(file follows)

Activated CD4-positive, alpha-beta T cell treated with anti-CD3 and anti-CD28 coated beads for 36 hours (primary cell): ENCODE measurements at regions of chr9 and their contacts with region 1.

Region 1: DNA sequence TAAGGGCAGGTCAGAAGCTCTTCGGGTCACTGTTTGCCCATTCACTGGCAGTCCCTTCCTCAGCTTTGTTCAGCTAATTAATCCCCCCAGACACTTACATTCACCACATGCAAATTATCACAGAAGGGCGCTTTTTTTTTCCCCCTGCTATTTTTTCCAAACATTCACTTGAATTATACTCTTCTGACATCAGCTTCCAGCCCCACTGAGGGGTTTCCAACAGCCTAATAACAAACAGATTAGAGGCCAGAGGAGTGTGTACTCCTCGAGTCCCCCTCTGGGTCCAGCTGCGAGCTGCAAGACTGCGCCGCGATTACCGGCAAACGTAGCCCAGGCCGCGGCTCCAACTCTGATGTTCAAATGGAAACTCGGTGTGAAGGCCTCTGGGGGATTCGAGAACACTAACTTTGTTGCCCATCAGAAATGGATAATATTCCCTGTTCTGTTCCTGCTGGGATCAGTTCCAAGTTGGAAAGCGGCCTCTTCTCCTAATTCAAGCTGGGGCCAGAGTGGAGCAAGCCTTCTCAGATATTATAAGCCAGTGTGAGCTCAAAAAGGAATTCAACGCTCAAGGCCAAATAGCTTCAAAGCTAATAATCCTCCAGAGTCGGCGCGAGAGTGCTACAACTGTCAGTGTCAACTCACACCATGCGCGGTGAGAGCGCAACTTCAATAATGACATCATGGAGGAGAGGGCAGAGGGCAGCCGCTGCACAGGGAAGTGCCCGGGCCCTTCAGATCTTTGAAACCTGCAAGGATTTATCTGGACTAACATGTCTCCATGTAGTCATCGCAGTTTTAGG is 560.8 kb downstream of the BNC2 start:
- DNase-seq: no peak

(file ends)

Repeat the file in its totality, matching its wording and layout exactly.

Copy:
Activated CD4-positive, alpha-beta T cell treated with anti-CD3 and anti-CD28 coated beads for 36 hours (primary cell): ENCODE measurements at regions of chr9 and their contacts with region 1.

Region 1: DNA sequence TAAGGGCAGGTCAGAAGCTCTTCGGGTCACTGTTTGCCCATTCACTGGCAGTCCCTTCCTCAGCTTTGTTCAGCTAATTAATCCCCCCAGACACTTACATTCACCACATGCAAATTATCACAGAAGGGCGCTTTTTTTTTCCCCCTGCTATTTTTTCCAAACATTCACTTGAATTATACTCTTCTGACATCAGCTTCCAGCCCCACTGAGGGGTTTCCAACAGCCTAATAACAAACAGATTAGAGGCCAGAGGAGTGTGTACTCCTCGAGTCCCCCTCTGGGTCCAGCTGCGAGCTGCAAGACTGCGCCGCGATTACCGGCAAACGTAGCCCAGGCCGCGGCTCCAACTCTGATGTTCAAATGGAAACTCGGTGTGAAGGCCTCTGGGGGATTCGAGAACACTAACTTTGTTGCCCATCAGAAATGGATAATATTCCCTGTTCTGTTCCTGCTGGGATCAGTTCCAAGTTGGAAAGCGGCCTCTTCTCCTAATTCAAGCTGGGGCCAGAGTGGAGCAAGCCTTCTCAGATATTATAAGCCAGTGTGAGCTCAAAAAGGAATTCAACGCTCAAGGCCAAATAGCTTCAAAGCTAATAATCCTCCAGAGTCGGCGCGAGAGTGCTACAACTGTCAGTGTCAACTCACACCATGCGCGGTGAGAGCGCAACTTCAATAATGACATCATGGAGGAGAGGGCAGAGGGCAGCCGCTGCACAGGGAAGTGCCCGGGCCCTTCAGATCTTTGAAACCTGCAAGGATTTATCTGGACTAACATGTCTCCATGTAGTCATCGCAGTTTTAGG is 560.8 kb downstream of the BNC2 start:
- DNase-seq: no peak